LED Christmas Lights


Does anybody know if the strings are supposed to stay lit if one goes out? I realize each LED has a huge life, but the contacts could fail. Thanks. Before I make the investment I want to know what I am getting into, because that it why I have never used mini-lights. Frank
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I have been using them for a couple of years, but I do not know since none of them have failed.
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Jim Rusling
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wrote:

string down - but a bad connection will still kill a string (or part of it)
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DA had written this in response to http://www.thestuccocompany.com/maintenance/Re-LED-Christmas-Lights-408550-.htm :
snipped-for-privacy@snyder.on.ca wrote:

That's not exactly true. I've yet to see one that failed anything but open - circuit broken. If they are connected in series, and the cheapest ones are, they will fail the corresponding section of the string just like the regular lights. If you can find a 12V outdoor one, where diodes are connected in parallel, one bad one will not bring the whole string down. That said, I've yet to come across a 12V LED lights that were intended for outdoors ...
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On Sun, 29 Nov 2009 04:13:01 +0000, info_at_1-script_dot snipped-for-privacy@foo.com (DA) wrote:

impedence - or a short - which in many circuits leads to high amperage which then blows the diode to open. In a series string environment, a "low impedence" failure does not result in destructive high currents, so MANY times, a series connected diode can fail "shorted" and the rest of the (light emitting) diodes in the string will continue to light.
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The ones I've seen are just like the old-fashioned kind and stay lit as long as the bulb remains intact.
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Mark wrote:

I don't know how old you are, but the "old-fashioned" kind that I think of were wired in series and when one went out, they all went out. They were a real PITA if you happened to have two bad bulbs in one string.
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We have had them for 5 years now and there have been a few burnt out bulbs. The rest stayed lit.
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wrote:

On most I've used, they all go out. However, I've got an exception here. It's one of the 70-LED strings from Lowe's. About 10 LEDs have gone out (some in each half of the string). The others are just as bright.
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frank1492 wrote:

resistors in the sockets, which would carry the load if a diode quit. And, in the multi color strings, the resistors seem to vary in value depending on the color; some colors require more current than others to give the same light output appearance. I don't think every color has resistors, but I don't remember as I checked several years ago.
Also, because the strings which I have blink, due to the half cycle on and half cycle off (they are 1/2 wave rectifiers), I've added a full wave rectifier to the plug end. I know that stresses the individual diodes as there is twice as much power dissipation, but no problems after about 5 years. The full wave rectifier also makes them a little brighter.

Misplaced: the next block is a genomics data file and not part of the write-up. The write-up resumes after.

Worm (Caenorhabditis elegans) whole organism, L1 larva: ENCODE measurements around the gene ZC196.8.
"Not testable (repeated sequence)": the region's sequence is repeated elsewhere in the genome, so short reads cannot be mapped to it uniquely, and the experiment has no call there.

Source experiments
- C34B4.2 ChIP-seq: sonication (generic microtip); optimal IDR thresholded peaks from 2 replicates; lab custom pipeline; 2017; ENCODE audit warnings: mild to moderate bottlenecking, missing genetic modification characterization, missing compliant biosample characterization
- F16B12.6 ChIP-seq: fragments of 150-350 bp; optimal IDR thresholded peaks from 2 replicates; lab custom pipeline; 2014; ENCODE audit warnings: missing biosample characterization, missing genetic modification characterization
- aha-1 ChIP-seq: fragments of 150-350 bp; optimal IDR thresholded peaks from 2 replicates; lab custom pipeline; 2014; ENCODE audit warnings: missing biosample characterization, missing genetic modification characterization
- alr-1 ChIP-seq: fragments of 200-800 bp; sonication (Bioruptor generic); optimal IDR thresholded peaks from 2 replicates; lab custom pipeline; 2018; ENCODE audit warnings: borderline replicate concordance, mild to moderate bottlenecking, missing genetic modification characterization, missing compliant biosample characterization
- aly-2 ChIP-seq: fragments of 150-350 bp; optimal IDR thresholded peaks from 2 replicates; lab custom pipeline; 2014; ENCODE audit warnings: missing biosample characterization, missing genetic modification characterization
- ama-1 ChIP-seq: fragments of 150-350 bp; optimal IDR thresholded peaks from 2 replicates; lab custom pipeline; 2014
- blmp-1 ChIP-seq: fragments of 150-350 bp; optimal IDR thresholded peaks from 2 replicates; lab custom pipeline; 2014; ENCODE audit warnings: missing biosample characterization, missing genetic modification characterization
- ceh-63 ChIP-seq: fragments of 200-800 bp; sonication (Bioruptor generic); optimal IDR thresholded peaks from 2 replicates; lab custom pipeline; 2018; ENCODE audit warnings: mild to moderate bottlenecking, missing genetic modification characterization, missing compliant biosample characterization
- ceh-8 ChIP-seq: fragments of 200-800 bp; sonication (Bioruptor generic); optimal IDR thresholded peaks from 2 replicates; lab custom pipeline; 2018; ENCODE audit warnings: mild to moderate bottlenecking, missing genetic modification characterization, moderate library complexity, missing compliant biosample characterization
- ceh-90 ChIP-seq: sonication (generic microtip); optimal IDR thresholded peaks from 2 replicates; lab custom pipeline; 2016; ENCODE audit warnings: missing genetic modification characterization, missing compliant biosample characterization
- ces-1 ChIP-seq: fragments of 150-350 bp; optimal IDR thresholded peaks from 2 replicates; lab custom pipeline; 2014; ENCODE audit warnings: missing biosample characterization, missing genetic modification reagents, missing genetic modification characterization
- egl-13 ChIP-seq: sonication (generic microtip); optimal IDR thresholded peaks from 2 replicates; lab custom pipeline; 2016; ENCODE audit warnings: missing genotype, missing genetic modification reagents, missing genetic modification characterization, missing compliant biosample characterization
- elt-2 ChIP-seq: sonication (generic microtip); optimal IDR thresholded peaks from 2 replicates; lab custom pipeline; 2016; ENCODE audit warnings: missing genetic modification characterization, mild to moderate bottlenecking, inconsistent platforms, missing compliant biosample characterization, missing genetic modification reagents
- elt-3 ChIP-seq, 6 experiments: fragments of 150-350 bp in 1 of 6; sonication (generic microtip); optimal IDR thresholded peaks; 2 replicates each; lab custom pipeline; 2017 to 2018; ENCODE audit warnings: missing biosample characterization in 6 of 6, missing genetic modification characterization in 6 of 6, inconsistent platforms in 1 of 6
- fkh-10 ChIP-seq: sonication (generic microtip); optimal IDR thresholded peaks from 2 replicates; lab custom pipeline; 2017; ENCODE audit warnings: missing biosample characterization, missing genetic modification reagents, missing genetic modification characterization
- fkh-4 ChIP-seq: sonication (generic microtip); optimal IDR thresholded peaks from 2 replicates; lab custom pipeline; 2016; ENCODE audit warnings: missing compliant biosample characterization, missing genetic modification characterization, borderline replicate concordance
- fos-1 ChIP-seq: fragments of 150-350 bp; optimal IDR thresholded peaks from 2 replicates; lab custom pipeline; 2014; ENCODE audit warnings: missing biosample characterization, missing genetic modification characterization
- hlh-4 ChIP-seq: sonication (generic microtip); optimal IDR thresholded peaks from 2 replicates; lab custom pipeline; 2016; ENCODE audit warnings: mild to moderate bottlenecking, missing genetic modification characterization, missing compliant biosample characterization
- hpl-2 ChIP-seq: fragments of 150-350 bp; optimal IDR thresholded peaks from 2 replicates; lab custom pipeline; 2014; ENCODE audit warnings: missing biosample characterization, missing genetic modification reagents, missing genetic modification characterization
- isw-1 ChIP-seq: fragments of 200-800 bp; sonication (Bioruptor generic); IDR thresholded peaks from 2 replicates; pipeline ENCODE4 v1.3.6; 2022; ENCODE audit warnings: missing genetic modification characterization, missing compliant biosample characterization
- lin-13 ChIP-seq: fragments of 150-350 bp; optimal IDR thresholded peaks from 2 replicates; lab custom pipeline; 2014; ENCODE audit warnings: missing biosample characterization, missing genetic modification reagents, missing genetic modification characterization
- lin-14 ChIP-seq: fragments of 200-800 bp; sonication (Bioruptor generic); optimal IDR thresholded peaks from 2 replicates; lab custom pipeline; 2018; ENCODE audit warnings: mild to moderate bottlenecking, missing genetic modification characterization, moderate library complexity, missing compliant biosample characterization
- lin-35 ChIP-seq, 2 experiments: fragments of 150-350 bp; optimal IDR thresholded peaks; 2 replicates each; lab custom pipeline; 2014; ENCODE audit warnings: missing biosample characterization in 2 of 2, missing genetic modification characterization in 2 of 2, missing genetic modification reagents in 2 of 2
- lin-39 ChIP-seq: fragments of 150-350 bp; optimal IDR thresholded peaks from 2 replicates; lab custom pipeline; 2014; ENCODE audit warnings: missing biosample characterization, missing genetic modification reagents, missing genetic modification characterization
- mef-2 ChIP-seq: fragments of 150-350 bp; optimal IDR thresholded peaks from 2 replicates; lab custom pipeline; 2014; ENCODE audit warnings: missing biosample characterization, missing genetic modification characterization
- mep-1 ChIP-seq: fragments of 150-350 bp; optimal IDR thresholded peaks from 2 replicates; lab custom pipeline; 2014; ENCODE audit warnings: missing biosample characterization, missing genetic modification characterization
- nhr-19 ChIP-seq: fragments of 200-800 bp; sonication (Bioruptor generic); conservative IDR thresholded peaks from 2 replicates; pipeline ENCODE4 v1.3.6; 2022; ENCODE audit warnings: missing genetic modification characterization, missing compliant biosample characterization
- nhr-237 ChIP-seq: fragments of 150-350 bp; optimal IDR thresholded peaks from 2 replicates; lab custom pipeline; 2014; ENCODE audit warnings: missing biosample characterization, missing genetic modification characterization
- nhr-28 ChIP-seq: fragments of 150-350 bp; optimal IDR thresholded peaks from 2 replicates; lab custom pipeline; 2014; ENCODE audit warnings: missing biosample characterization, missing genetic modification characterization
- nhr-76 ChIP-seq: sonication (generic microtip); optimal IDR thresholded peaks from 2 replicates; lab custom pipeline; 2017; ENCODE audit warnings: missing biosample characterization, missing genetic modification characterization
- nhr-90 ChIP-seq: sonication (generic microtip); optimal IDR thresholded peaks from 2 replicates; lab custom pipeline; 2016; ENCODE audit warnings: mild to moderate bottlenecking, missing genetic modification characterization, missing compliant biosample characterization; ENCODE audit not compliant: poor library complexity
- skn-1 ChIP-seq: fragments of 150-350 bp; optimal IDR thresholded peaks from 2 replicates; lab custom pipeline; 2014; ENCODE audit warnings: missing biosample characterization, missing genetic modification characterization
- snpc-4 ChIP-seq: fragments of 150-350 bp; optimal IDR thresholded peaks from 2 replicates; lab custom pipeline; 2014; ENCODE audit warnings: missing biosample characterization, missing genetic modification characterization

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What I dont like about led, is the ugly gray color they put out.
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ransley wrote:

inside with a phosphor that, when excited, glows cool white. What I don't like about the white LEDs is that they don't seem to hold up for a long time; they turn dim and sort of, blue. Now, this year I've noticed "warm white" LEDs in the Christmas decorations. To me they still don't look like traditional clear lamps. They have a sort of greenish-yellow color. And different strings seem to look different in color. Maybe in a few years they will perfect the warm white thing, or .... we will learn to get used to it.
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wrote:
[snip]

[snip]
I have a couple strings of "color changing" LED lights. They change between blue, violet, white, and yellow. They bight be using blue and yellow LEDs using opposite polarity.
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On Sun, 29 Nov 2009 06:11:00 -0800, ransley wrote:

At least they aren't selling strings of CFLs ;)
Know what you mean though, it's not quite the same. But then for Christmas lights they're not for illuminating the entire room, so I don't think the not-quite-what-we're-used-to light output is much of an issue. (I spent about an hour last night making three good strings of incandescent lights from four, so anything that's more reliable gets my vote)
cheers
Jules
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wrote:

re: "Know what you mean though, it's not quite the same"
So true...
It's no fun stealing those little mini-bulbs. They just don't *pop* when they hit the sidewalk like the old C7's (or better yet, the C9's) used to.
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On Mon, 30 Nov 2009 13:28:55 -0800, DerbyDad03 wrote:

I don't know, I seem to remember a few decades ago connecting LEDs directly across 9V batteries to see how far across the room I could get the fragments to fly when they exploded. I think it's possible for folk to amuse themselves in destroying pretty much anything :-)
(the bulb story's funny, though - triggered a memory of me aged ten or so being allowed to wrap failed incandescents up in newspaper and then smack them with a big hammer, just for the nice popping sound they made as they broke!)
cheers
Jules
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